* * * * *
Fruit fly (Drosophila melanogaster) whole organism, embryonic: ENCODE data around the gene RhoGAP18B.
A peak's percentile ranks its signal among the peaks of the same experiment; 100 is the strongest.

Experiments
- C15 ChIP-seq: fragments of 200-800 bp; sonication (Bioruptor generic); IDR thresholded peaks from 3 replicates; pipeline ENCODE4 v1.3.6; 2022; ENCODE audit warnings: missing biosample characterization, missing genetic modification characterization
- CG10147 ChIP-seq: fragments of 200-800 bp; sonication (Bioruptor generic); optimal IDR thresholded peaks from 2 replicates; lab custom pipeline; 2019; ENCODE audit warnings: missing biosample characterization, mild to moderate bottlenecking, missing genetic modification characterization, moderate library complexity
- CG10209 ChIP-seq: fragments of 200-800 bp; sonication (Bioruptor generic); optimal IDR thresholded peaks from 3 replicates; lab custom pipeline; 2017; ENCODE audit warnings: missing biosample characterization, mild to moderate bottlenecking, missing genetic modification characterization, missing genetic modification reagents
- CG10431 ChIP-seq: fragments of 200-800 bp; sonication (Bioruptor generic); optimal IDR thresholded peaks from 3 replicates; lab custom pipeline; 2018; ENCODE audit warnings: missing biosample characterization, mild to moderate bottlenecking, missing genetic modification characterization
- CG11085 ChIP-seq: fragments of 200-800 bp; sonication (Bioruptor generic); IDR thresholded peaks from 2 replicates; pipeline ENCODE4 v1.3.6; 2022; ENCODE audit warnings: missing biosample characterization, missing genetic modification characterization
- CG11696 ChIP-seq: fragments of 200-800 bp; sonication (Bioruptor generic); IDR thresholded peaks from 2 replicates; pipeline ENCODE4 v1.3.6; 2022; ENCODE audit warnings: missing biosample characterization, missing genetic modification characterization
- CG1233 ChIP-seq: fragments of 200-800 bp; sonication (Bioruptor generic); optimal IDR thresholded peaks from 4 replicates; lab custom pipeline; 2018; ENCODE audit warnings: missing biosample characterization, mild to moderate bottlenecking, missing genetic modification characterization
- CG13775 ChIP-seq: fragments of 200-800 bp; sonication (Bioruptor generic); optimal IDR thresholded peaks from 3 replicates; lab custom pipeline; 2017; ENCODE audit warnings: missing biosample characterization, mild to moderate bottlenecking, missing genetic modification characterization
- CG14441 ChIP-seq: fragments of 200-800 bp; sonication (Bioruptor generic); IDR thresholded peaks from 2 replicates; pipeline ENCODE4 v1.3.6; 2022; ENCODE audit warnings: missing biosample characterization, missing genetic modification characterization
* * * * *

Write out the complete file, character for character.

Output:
Fruit fly (Drosophila melanogaster) whole organism, embryonic: ENCODE data around the gene RhoGAP18B.
A peak's percentile ranks its signal among the peaks of the same experiment; 100 is the strongest.

Experiments
- C15 ChIP-seq: fragments of 200-800 bp; sonication (Bioruptor generic); IDR thresholded peaks from 3 replicates; pipeline ENCODE4 v1.3.6; 2022; ENCODE audit warnings: missing biosample characterization, missing genetic modification characterization
- CG10147 ChIP-seq: fragments of 200-800 bp; sonication (Bioruptor generic); optimal IDR thresholded peaks from 2 replicates; lab custom pipeline; 2019; ENCODE audit warnings: missing biosample characterization, mild to moderate bottlenecking, missing genetic modification characterization, moderate library complexity
- CG10209 ChIP-seq: fragments of 200-800 bp; sonication (Bioruptor generic); optimal IDR thresholded peaks from 3 replicates; lab custom pipeline; 2017; ENCODE audit warnings: missing biosample characterization, mild to moderate bottlenecking, missing genetic modification characterization, missing genetic modification reagents
- CG10431 ChIP-seq: fragments of 200-800 bp; sonication (Bioruptor generic); optimal IDR thresholded peaks from 3 replicates; lab custom pipeline; 2018; ENCODE audit warnings: missing biosample characterization, mild to moderate bottlenecking, missing genetic modification characterization
- CG11085 ChIP-seq: fragments of 200-800 bp; sonication (Bioruptor generic); IDR thresholded peaks from 2 replicates; pipeline ENCODE4 v1.3.6; 2022; ENCODE audit warnings: missing biosample characterization, missing genetic modification characterization
- CG11696 ChIP-seq: fragments of 200-800 bp; sonication (Bioruptor generic); IDR thresholded peaks from 2 replicates; pipeline ENCODE4 v1.3.6; 2022; ENCODE audit warnings: missing biosample characterization, missing genetic modification characterization
- CG1233 ChIP-seq: fragments of 200-800 bp; sonication (Bioruptor generic); optimal IDR thresholded peaks from 4 replicates; lab custom pipeline; 2018; ENCODE audit warnings: missing biosample characterization, mild to moderate bottlenecking, missing genetic modification characterization
- CG13775 ChIP-seq: fragments of 200-800 bp; sonication (Bioruptor generic); optimal IDR thresholded peaks from 3 replicates; lab custom pipeline; 2017; ENCODE audit warnings: missing biosample characterization, mild to moderate bottlenecking, missing genetic modification characterization
- CG14441 ChIP-seq: fragments of 200-800 bp; sonication (Bioruptor generic); IDR thresholded peaks from 2 replicates; pipeline ENCODE4 v1.3.6; 2022; ENCODE audit warnings: missing biosample characterization, missing genetic modification characterization